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Lord Macaulay, His Life and Writings: Being the Substance of Two Lectures ...
Henry George J. Clements
Geen voorbeeld beschikbaar - 2009
ability achieved admiration advance afterwards already appearance ballad become better bridge career cause century character close Commons compared continue conversation course debate describe early Edinburgh eloquence England English Essays excellence experience expression extraordinary fact fame familiar famous fathers feel further hand head heart History honour House India interest King known land LECTURE less literary literature lived look Lord Lord John Russell Macaulay Macaulay's March memory mind never noble occasion once opinions orator original Parliament party passage passed perhaps period poet political possess present probably produced progress published record Reform regarded relating remarks remember respect Review Roman Rome seems society speaking speech surely table-talk talent things thought trace volume whole wonderful writing written
Pagina 91 - Then out spake brave Horatius, The Captain of the Gate : " To every man upon this earth Death cometh soon or late. And how can man die better Than facing fearful odds, For the ashes of his fathers, And the temples of his Gods...
Pagina 21 - Now let there be the merry sound of music and of dance, Through thy corn-fields green, and sunny vines, oh pleasant land of France! And thou, Rochelle, our own Rochelle, proud city of the waters, Again let rapture light the eyes of all thy mourning daughters. As thou wert constant in our ills, be joyous in our joy, For cold, and stiff, and still are they who wrought thy walls annoy.
Pagina 94 - Back darted Spurius Lartius; Herminius darted back: And as they passed, beneath their feet They felt the timbers crack. But when they turned their faces. And on the farther shore Saw brave Horatius stand alone, They would have crossed once more.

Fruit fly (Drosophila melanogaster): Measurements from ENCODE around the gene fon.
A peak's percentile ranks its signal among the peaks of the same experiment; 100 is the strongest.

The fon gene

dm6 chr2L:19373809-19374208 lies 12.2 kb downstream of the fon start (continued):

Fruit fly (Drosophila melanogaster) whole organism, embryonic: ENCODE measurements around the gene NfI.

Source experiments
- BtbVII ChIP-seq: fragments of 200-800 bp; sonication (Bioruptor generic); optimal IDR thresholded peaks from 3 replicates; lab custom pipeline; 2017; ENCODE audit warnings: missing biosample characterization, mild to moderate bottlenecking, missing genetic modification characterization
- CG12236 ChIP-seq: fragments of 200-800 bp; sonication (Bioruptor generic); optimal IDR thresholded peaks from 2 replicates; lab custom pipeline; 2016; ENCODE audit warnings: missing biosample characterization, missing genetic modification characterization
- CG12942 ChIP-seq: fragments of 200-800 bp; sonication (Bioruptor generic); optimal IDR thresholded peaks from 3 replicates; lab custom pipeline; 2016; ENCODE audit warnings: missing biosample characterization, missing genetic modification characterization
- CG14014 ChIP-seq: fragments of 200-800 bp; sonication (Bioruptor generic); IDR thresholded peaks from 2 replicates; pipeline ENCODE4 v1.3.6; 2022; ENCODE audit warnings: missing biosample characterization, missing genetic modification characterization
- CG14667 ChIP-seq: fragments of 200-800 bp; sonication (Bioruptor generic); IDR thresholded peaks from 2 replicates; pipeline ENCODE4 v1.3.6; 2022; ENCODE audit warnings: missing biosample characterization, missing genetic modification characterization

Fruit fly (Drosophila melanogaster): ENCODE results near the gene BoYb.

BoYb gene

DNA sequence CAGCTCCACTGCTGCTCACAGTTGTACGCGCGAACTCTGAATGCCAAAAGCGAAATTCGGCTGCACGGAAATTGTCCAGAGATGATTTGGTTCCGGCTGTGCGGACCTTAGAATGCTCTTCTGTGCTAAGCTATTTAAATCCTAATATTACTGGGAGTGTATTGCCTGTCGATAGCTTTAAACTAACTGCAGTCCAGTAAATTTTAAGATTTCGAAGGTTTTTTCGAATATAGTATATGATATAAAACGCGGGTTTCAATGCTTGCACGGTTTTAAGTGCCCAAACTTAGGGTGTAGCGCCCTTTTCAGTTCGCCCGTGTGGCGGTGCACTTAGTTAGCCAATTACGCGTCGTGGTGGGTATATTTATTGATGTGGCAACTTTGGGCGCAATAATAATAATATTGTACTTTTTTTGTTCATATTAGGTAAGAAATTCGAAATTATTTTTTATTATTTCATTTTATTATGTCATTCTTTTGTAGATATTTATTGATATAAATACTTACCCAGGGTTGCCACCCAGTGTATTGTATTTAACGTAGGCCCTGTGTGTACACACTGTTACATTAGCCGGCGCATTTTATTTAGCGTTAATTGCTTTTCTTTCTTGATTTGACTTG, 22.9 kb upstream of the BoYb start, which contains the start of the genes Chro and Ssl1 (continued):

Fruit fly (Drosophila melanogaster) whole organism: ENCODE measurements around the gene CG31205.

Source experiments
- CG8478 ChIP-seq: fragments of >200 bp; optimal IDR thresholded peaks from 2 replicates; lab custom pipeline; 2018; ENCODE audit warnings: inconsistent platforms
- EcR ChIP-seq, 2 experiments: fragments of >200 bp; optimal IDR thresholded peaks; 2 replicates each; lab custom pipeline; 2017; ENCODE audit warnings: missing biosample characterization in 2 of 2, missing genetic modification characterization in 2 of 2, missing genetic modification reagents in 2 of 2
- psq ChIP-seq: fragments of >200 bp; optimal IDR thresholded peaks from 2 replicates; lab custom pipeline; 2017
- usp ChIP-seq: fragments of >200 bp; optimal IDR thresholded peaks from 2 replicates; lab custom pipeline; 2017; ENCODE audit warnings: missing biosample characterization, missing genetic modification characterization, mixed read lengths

Pagina 96 - And still his name sounds stirring Unto the men of Rome As the trumpet-blast that cries to them To charge the Volscian home, And wives still pray to Juno For boys with hearts as bold As his who kept the bridge so well In the brave days of old.
Pagina 94 - Alone stood brave Horatius, But constant still in mind ; Thrice thirty thousand foes before, And the broad flood behind. " Down with him ! " cried false Sextus, With a smile on his pale face. "Now yield thee," cried Lars Porsena,
Pagina 92 - Meanwhile the Tuscan army, Right glorious to behold, Came flashing back the noonday light, Rank behind rank, like surges bright Of a broad sea of gold. Four hundred trumpets sounded A peal of warlike glee, As that great host, with measured tread, And spears advanced, and ensigns spread, Rolled slowly towards the bridge's head, Where stood the dauntless Three. The Three stood calm and silent And looked upon the foes, And a great shout of laughter From all the vanguard rose...
Pagina 22 - Hurrah ! the foes are moving. Hark to the mingled din, Of fife, and steed, and trump, and drum, and roaring culverin.
Pagina 88 - Queen of the western waves, Where ride Massilia's triremes Heavy with fair-haired slaves; From where sweet Clanis wanders Through corn and vines and flowers; From where Cortona lifts to heaven Her diadem of towers.
Pagina 93 - But all Etruria's noblest Felt their hearts sink to see On the earth the bloody corpses. In the path the dauntless Three: And from the ghastly entrance Where those bold Romans stood.
Pagina 88 - PORSENA of Clusium By the Nine Gods he swore That the great house of Tarquin Should suffer wrong no more. By the Nine Gods he swore it, And named a trysting day, And bade his messengers ride forth, East and west and south and north, To summon his array. East and west and south and north The messengers ride fast, And tower and town and cottage Have heard the trumpet's blast.